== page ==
You can’t rely on much these days, says David Cowell from Myddleton Croft Investment Managers. Except that the gravy train will keep on rolling somehow or other.
Former FSA boss and ex-Barclays employee Hector Sants has been appointed to lead a review of bank competitiveness in the UK. I do hope that he doesn’t find the job too onerous, as he did at Barclays. Ain’t it marvellous how the same old names seem to crop up on the gravy train?
Meanwhile at Barclays, the FCA has fined the bank £284.4m for Forex failings – with criminal sanctions to follow – the largest financial penalty ever imposed by the regulator or its predecessor. More is to come from RBS. So who is going to get the money? Doubtless George Osborne. If the money isn’t used to defray the cost of the plethora of regulators, it amounts to an extra tax on an industry responsible for 10 % of the nation’s GDP. At a time when Cameron is saying that he wants to make it easier for industry, it seems that we merely have more weasel words.
After a vicious reversal of a share price surge which had made chairman Li Hejun one of the richest men in China, HTF’s shares were halted on Wednesday at HK$3.91, having opened at HK$7.32. The chairman didn’t turn up for the AGM; virtually unheard of in Chinese circles. The suspension was requested by Hanergy Thin Film pending an announcement. No other information was given. Another example of sound Chinese business practices. Yesterday, the Shanghai index was up nearly 2% whilst the manufacturing PMI went down below 50, i.e. it contracted. Funny old world.
Two men from the council engineers’ department were standing at the base of a flagpole, looking up. A woman walked by and asked what they were doing. “We’re supposed to find the height of the flagpole,” said one, “but we don’t have a ladder.” The woman said, “Hand me that wrench out of your toolbox.” She loosened a few bolts, laid the pole down and took a tape measure from their toolbox. She took a measurement, and announced, “Eighteen feet, six inches,” and walked away. One chap shook his head and laughed. “Ain’t that just like a woman! We ask for the height and she gives us the length.”
The real 10-year US Treasury yield is more than 1.5 standard deviations below its historical average, based on more than 60 years of data. Meanwhile, the stock market’s cyclically-adjusted price-earnings ratio (CAPE) is almost one standard deviation above its historical average, and would appear even more extended if the late 1990s bubble period was excluded from the calculation. In the past, stocks typically were cheap when bonds were expensive and vice versa. Currently, both markets are over-extended together. How long can it go on? BCA reckons another year but…..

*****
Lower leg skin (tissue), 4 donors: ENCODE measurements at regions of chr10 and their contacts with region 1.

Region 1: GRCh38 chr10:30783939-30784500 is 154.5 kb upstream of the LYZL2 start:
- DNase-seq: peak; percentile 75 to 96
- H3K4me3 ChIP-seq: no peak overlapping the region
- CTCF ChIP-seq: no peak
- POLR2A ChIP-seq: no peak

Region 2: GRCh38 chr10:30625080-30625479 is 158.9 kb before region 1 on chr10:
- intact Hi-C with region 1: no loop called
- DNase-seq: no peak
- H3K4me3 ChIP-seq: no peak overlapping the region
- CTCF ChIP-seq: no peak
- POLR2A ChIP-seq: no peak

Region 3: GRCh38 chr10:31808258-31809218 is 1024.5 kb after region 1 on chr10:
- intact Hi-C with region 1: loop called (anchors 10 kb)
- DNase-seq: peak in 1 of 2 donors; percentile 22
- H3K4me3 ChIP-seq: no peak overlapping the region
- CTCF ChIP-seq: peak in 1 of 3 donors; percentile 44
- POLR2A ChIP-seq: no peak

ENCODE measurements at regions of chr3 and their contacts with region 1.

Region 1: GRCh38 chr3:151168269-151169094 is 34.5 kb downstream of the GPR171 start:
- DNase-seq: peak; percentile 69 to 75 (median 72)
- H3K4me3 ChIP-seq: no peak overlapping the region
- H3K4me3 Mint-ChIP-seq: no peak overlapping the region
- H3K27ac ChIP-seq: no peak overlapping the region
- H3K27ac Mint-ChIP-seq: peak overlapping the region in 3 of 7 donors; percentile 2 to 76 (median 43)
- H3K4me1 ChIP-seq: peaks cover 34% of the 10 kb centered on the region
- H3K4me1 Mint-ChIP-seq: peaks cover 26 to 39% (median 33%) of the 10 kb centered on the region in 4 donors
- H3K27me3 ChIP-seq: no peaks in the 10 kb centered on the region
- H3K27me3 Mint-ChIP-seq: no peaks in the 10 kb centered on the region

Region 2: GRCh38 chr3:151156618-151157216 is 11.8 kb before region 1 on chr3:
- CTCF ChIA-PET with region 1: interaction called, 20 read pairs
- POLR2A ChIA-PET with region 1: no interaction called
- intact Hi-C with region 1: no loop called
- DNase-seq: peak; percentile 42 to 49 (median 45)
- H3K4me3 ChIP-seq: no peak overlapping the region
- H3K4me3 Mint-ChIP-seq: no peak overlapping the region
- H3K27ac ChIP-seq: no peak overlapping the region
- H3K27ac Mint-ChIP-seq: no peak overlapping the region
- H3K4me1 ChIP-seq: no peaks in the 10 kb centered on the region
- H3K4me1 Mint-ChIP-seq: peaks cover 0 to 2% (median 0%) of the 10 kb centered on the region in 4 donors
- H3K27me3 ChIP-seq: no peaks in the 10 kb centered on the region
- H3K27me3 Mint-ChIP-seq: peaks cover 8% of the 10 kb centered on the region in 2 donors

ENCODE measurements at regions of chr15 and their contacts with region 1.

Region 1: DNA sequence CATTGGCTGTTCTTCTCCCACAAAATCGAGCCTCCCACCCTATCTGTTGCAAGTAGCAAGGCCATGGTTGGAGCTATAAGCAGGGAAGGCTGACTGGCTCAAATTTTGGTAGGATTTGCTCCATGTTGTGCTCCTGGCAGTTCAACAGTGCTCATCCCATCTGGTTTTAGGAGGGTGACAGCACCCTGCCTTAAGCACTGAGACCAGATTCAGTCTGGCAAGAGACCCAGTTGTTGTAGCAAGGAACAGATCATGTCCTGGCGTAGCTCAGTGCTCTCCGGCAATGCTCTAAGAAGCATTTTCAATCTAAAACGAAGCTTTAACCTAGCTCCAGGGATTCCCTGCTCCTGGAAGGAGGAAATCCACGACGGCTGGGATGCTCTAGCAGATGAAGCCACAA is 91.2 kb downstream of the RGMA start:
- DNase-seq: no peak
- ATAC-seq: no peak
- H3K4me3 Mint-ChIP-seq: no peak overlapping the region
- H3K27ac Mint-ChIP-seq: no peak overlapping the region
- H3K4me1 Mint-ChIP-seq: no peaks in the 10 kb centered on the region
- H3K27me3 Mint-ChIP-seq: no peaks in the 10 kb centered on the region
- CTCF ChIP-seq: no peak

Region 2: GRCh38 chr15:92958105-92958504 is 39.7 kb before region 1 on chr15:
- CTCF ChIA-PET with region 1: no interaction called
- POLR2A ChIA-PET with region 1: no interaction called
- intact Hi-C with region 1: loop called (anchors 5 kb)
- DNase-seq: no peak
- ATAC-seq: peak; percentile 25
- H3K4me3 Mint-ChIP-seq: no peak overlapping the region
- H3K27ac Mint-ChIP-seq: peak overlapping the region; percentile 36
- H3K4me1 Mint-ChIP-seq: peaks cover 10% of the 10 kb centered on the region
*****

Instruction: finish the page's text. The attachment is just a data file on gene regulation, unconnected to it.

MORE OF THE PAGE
The Fed’s bouts of quantitative easing failed to produce a marked upturn in broad money growth, as highlighted by the collapse in the money multiplier. Moreover, the broad money (M2) that was created has been circulating at an increasingly slower pace, as shown by the pronounced decline in money velocity (nominal GDP divided by M2) from 100 in 2008 to just over 70. Thus, there has been a double whammy with each dollar of narrow money producing less broad money and each dollar of broad money producing less GDP. Below is BCA’s research on annualised returns in the 5 and 10 years following CAPE in given ranges:
- THE S&P 500 DIVIDED BY A 10-YEAR AVERAGE OF TRAILING REPORTED EARNINGS
Currently, CAPE is at around 28, which goes to prove that my answer to people who ask how to make money in investment: Buy low – sell high, is quite near the mark. Having said that, CAPE hit 48 in 2000 but we know what happened next.
In voting unanimously to preserve the base rate at 0.5 per cent and quantitative easing programmes at £375bn, the MPC maintained a record of unanimity held since the start of 2015. Previously, MPC members Ian (Cats) McCafferty and Martin Weale had been voting to raise the base rate. In minutes of the previous meeting published the day after the ONS confirmed that the UK consumer price index entered deflation, the Bank’s MPC says it now expects productivity will grow more slowly than previously expected, but adds it remains confident this will rebound to pre-crisis averages. Equally, the MPC says while GDP growth dipped in Q1, it is confident the data for the three-month period will be revised upwards in future releases. GDP is set to move closer to historical averages in Q2 supported by the falling cost of food, energy and other prices. What would a bunch of economists know?
Swiss giant UBS will pay $545m (£351m) to US authorities to settle the investigation into alleged foreign exchange benchmark rigging. In a statement released on Wednesday, the bank says the fine includes a $342m Federal Reserve penalty related to forex activities. The bank has also paid a $203m penalty for breaching its Libor agreement, including a pledge not to break any US criminal law.
Doubtless the people in these large, international and well-respected banks had the same mind-set as the New York Mafiosi who said that when he was a kid, he used to pray to God every night for a new bike. He said that he then realised that God didn’t work that way, so he stole a bike and asked God for absolution.
Have a good week!
For and on behalf of Myddleton Croft Investment Managers
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Clayton Wood Close
Tel: 0113 274 7700
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